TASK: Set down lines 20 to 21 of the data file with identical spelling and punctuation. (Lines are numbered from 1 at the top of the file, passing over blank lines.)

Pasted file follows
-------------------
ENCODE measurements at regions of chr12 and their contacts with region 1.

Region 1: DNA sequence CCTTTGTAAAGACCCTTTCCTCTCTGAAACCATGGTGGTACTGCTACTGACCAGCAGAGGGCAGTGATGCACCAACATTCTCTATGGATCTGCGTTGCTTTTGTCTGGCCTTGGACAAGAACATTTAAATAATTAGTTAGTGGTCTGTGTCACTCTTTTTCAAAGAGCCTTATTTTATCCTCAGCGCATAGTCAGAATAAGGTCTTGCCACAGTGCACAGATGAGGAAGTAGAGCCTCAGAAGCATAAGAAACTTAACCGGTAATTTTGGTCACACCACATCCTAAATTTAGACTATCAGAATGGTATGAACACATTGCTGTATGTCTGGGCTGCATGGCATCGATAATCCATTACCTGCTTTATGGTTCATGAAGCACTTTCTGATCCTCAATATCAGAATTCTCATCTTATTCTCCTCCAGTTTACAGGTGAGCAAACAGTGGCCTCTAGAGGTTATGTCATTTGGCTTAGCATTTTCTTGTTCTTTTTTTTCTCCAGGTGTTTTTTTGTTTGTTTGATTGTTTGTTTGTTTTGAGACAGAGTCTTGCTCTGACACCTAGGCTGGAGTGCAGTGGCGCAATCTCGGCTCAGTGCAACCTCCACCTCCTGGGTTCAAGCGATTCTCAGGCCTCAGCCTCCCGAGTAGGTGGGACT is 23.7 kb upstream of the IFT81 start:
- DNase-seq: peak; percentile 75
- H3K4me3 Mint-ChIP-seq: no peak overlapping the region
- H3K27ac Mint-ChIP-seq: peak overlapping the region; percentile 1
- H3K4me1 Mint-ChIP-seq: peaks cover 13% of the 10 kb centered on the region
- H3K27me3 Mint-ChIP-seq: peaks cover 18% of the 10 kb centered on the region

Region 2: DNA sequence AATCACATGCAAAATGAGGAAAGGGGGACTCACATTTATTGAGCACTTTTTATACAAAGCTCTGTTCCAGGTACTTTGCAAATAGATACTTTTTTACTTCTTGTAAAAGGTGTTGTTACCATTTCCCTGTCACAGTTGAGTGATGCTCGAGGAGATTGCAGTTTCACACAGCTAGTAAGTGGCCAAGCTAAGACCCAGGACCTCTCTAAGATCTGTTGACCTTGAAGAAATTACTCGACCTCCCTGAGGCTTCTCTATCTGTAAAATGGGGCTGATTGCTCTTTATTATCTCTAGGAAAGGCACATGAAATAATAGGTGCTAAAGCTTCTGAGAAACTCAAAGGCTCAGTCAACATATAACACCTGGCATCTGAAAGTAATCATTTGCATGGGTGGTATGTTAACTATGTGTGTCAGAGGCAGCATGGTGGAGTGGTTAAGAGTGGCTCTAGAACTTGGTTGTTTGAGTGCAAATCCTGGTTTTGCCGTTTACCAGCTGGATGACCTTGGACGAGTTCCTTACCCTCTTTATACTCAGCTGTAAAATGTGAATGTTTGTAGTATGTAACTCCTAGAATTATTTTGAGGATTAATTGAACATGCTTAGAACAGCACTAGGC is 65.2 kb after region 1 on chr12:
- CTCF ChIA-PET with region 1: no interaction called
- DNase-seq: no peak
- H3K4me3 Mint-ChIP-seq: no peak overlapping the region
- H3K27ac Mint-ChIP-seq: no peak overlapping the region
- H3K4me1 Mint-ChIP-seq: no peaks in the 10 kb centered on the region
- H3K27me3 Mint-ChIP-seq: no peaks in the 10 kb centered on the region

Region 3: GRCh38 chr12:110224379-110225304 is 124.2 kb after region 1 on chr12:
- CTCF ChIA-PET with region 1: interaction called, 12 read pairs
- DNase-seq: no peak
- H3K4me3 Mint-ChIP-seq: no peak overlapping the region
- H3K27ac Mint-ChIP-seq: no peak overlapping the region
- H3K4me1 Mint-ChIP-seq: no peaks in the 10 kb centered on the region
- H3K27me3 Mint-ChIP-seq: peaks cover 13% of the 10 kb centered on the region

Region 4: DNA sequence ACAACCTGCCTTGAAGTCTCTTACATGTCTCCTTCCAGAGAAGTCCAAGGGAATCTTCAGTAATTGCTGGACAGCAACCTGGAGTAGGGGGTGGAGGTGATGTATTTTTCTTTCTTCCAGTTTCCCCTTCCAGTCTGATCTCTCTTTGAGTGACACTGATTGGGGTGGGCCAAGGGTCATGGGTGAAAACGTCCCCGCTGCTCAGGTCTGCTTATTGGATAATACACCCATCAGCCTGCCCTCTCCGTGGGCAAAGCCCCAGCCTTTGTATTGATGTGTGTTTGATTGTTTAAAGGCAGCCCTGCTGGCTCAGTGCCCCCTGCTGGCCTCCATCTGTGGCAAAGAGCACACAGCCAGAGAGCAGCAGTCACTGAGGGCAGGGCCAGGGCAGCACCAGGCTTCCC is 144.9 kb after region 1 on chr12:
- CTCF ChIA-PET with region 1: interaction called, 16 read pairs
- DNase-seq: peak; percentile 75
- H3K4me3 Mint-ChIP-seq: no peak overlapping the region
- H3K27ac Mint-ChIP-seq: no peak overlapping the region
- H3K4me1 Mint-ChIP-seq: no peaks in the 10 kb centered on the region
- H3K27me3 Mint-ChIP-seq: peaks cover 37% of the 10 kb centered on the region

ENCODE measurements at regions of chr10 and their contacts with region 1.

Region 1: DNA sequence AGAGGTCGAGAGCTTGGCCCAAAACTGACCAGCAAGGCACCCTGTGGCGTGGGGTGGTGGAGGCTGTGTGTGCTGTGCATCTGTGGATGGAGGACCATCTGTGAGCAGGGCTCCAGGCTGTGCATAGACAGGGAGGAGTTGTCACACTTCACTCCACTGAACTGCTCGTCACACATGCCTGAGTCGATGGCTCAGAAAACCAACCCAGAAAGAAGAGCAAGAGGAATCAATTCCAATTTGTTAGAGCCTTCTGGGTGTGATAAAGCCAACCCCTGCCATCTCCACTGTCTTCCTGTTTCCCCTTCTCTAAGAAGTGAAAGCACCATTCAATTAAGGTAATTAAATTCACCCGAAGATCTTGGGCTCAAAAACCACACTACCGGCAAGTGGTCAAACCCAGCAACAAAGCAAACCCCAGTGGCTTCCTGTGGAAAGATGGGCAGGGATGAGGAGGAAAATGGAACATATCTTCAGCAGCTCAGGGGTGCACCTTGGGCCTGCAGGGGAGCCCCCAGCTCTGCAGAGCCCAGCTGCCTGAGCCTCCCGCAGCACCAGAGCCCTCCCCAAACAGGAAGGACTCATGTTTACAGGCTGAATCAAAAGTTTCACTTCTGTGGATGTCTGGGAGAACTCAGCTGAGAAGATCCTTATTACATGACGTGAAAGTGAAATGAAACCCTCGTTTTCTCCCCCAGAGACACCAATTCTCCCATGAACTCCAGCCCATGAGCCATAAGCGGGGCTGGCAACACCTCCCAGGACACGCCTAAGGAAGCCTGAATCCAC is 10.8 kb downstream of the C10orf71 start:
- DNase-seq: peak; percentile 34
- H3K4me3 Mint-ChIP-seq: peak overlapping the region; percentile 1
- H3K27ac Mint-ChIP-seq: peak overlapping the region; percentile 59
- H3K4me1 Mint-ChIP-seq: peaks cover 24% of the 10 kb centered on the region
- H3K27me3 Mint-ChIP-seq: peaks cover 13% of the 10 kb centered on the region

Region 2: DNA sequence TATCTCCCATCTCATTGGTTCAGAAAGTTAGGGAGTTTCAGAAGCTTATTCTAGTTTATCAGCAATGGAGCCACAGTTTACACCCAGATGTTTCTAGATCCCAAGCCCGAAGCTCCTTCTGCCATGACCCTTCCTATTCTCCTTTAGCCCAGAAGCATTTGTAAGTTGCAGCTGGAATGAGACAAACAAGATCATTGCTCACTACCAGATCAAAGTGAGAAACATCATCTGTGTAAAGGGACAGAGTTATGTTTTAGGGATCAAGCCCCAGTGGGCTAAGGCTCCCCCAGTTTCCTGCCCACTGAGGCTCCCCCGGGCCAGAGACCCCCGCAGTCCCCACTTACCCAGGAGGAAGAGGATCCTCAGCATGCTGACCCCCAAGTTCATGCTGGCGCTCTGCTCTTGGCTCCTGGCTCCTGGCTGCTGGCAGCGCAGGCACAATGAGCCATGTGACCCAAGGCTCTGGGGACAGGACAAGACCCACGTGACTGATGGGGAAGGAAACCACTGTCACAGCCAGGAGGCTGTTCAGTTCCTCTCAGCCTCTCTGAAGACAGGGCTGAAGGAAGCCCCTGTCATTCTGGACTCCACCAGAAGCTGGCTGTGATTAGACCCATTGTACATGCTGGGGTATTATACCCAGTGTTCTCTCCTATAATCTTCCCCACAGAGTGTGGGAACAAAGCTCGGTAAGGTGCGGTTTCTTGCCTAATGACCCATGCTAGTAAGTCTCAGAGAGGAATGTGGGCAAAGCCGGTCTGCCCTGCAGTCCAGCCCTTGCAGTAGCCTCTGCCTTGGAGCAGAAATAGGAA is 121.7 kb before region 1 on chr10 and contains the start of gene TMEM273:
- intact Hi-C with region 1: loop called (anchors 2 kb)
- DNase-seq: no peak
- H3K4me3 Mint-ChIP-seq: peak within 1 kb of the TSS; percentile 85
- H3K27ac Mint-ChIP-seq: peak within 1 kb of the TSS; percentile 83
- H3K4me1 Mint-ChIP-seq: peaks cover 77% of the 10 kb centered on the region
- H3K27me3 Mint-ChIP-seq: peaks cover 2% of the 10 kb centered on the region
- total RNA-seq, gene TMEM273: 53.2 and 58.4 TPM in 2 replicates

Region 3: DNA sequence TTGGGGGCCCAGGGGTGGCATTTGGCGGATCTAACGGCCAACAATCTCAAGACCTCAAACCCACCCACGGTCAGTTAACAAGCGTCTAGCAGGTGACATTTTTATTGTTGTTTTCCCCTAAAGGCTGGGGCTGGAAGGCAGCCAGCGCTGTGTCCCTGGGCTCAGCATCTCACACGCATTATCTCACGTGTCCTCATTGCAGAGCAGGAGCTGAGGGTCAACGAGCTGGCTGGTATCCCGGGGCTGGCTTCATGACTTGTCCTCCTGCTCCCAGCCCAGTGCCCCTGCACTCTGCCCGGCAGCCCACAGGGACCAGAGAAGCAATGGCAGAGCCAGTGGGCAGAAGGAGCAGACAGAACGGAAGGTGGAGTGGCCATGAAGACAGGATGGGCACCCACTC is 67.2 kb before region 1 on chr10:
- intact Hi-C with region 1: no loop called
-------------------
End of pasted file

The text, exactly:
- H3K4me1 Mint-ChIP-seq: no peaks in the 10 kb centered on the region
- H3K27me3 Mint-ChIP-seq: peaks cover 13% of the 10 kb centered on the region